Although California is presently the only state with an official Harvey Milk Day, cities all across the country will be holding rallies and events today to honor the first openly gay man to be elected to public office and an icon of the gay-rights movement. Milk, who would have been 81 years-old, gave us his life 32 years ago, knowing that the first of any civil rights movement, who clearly and loudly proclaim their right to equality, most often meets a violent and sudden end. Harvey Milk was elected to the San Francisco Board of Supervisors in 1977. He fought to end discrimination against gays and lesbians and built coalitions of gay-rights groups, labor unions and small-business owners. He was 48 when he was killed a year later by a former supervisor, Dan White.

The Times of Harvey Milk, a documentary film, won the 1984 Academy Award for Documentary Feature. The movie Milk, was released in 2008, directed by Gus Van Sant and starring Sean Penn as Milk and Josh Brolin as Dan White. Milk received two Academy Awards, for Best Original Screenplay and Best Actor. In August 2009, President Barack Obama posthumously awarded Harvey Milk the Presidential Medal of Freedom for his contribution to the gay rights movement stating, “He fought discrimination with visionary courage and conviction.”

Harvey Milk: The Candlelight Funeral Rites

A Documentary on Harvey Milk: 575 Castro St.

Harvey Milk: You’ve Got to Give Them Hope

Before there was the Academy Awards celebrated Milk, there was the widely acclaimed The Times of Harvey Milk, which won the Academy Award for Best Documentary Feature Film in 1984, and was awarded The Special Jury Prize at the Sundance Film Festival, among other awards. The documentary chronicles the political career of Harvey Milk, who was San Francisco’s first openly gay elected Board Supervisor. The film, at times humorous, at times nostalgic, and at other times quite tragic, tells the story of Harvey Milk’s rise to political power and emergence as a symbol of gay political achievement.

The Times of Harvey Milk documents through assembled historic film clips the tumultuous story of Milk’s grass-roots political organizing and election, through the shocking murders and their repercussions. It takes the film’s viewers along with the eloquent candle-light memorial joined by tens of thousands of San Franciscans on the evening of the assassinations, to the scenes of angry crowds who stormed San Francisco’s City Hall in the aftermath of the lenient sentence that Dan White received at his murder trial.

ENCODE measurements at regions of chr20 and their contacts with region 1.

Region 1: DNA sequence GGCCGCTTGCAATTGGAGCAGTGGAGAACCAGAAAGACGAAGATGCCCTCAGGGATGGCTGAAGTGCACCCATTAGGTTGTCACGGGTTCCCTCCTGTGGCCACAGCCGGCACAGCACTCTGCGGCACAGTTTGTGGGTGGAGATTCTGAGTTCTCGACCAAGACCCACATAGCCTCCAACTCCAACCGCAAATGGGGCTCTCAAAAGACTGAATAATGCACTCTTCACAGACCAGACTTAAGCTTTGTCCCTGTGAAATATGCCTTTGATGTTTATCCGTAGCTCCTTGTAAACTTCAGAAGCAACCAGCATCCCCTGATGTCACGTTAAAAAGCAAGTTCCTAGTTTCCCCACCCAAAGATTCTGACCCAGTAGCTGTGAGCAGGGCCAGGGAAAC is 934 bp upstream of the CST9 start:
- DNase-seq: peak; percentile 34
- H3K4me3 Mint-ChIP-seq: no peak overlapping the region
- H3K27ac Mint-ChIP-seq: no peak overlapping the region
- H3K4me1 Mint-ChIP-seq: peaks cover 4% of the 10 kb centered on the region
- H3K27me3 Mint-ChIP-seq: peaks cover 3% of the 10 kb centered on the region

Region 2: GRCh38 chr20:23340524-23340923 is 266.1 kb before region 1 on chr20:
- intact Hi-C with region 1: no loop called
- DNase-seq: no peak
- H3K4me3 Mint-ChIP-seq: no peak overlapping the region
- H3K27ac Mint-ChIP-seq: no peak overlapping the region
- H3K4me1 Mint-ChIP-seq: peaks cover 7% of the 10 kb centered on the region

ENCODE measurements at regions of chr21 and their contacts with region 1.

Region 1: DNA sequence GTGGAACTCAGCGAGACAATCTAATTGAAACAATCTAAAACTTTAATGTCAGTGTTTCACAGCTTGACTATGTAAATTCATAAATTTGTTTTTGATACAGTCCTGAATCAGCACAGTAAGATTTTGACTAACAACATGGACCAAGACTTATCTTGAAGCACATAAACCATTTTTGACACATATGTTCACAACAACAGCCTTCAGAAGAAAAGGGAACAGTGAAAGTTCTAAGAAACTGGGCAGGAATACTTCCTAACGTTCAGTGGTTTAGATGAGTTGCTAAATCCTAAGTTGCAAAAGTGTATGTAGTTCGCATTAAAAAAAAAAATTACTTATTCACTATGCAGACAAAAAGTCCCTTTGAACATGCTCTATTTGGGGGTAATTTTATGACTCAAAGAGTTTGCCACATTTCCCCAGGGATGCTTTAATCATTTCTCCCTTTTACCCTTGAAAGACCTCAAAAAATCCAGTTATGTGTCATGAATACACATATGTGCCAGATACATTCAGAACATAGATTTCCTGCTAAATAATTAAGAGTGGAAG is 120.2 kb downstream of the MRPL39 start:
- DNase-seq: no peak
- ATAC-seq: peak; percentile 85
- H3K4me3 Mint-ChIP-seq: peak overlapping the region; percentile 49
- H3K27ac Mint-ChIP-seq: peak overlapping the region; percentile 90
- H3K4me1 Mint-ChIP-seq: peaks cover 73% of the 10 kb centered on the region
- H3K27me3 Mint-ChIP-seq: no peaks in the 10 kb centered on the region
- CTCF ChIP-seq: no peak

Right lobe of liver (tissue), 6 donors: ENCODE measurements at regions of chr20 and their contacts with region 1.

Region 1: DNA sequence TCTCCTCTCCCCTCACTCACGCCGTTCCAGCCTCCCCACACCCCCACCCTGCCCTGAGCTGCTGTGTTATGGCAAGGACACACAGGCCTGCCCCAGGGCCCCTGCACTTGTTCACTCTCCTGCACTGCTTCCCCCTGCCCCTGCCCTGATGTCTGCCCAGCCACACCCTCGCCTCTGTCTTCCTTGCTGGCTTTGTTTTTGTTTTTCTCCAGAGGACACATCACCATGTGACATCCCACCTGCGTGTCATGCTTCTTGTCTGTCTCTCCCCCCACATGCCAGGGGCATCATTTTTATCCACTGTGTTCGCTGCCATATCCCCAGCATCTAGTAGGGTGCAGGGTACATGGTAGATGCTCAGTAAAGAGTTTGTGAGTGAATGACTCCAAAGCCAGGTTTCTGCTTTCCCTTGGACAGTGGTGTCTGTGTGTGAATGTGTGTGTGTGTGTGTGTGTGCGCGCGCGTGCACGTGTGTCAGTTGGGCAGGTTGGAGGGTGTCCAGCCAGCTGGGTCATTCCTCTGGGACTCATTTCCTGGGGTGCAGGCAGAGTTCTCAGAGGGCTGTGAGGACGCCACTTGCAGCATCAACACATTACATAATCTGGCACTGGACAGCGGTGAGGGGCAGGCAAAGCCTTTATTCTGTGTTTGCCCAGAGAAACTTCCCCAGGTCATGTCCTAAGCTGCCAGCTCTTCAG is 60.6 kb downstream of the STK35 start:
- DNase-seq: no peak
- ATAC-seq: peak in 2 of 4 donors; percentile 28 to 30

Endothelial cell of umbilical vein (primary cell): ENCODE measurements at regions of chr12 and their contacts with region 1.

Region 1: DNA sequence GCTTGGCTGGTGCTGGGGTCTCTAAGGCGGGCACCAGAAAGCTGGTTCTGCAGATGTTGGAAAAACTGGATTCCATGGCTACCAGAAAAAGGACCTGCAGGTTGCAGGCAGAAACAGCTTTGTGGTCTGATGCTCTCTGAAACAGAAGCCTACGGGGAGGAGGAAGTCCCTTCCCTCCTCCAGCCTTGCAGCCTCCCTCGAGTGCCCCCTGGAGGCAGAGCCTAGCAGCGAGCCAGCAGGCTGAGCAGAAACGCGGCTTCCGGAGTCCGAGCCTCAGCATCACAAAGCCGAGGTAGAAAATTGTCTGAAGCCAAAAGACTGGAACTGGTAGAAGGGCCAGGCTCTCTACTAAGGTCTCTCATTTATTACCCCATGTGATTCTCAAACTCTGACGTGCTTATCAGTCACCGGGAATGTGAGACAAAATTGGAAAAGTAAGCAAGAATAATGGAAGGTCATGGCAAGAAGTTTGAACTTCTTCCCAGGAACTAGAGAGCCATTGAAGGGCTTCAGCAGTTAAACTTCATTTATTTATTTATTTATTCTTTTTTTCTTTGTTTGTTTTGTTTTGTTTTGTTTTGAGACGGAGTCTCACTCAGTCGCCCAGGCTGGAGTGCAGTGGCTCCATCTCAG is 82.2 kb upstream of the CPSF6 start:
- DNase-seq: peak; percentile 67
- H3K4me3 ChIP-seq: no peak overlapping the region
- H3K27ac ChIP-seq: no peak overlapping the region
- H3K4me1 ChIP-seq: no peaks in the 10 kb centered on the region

This Academy Award-winning documentary feature film depicts not only Harvey Milk himself, but also the political and social milieu of the era in which he lived. From this perspective, the film continues to have significant relevance for our nation today, standing as a classic portrait of communities and cultural values in severe conflict. The film was produced subsequent to Harvey Milk’s death using archival footage, so that Milk is credited posthumously as the lead actor. Other politicians, including San Francisco’s then-mayor George Moscone (who was assassinated along with Milk) and Moscone’s successor and now United States Senator Dianne Feinstein, also appear in the archival footage. Also featured in the film is then-schoolteacher Tom Ammiano, who has been a member of the San Francisco Board of Supervisors since 1994, and was elected to the California State Assembly. The film’s outstanding narration is provided by the acclaimed stage and screen actor Harvey Fierstein, who at that time had just achieved great success with his own Tony Award-winning Broadway play Torch Song Trilogy.